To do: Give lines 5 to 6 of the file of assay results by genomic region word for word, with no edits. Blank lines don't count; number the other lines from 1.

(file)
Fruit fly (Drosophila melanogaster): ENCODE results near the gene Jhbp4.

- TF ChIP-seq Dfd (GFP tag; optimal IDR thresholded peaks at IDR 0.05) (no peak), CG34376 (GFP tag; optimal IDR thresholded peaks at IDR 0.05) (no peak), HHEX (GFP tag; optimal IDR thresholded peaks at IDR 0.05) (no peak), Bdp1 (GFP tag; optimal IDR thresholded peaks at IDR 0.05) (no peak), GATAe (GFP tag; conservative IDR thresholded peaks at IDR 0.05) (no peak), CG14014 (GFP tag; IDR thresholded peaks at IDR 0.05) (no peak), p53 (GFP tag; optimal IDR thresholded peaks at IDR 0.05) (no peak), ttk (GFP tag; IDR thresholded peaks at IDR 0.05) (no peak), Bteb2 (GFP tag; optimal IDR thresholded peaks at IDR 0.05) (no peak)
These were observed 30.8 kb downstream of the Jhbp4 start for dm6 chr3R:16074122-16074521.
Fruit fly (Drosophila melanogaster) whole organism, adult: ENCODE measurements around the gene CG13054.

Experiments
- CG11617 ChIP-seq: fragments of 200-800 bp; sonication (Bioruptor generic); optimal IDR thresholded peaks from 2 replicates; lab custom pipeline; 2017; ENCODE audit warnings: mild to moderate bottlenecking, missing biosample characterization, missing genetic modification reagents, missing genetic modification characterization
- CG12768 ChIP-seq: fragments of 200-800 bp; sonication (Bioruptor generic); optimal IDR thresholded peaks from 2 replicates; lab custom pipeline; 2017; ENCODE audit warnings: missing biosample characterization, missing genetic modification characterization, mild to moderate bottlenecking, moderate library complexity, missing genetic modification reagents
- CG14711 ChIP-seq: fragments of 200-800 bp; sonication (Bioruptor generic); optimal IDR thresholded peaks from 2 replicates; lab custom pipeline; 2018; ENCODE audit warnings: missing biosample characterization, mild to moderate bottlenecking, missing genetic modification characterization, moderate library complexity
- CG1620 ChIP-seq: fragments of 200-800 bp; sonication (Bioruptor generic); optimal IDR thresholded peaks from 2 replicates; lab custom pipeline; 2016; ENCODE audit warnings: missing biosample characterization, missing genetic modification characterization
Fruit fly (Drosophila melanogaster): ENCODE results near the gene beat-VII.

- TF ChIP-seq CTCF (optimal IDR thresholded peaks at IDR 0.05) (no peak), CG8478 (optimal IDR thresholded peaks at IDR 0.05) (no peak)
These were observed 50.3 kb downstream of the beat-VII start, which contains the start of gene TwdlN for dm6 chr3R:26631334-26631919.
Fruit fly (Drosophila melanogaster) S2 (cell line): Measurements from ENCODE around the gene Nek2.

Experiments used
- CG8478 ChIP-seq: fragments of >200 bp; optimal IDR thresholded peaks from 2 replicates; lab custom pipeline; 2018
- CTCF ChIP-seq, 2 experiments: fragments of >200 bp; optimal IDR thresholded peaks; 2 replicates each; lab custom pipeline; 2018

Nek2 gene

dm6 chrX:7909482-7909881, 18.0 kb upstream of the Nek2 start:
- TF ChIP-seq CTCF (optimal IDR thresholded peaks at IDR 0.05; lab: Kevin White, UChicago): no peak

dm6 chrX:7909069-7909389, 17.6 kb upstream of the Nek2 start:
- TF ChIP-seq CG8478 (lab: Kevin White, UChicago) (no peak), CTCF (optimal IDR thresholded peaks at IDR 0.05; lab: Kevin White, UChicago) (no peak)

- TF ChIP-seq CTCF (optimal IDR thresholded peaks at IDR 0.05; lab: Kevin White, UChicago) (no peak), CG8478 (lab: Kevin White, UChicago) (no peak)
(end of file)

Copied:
Experiments
- CG11617 ChIP-seq: fragments of 200-800 bp; sonication (Bioruptor generic); optimal IDR thresholded peaks from 2 replicates; lab custom pipeline; 2017; ENCODE audit warnings: mild to moderate bottlenecking, missing biosample characterization, missing genetic modification reagents, missing genetic modification characterization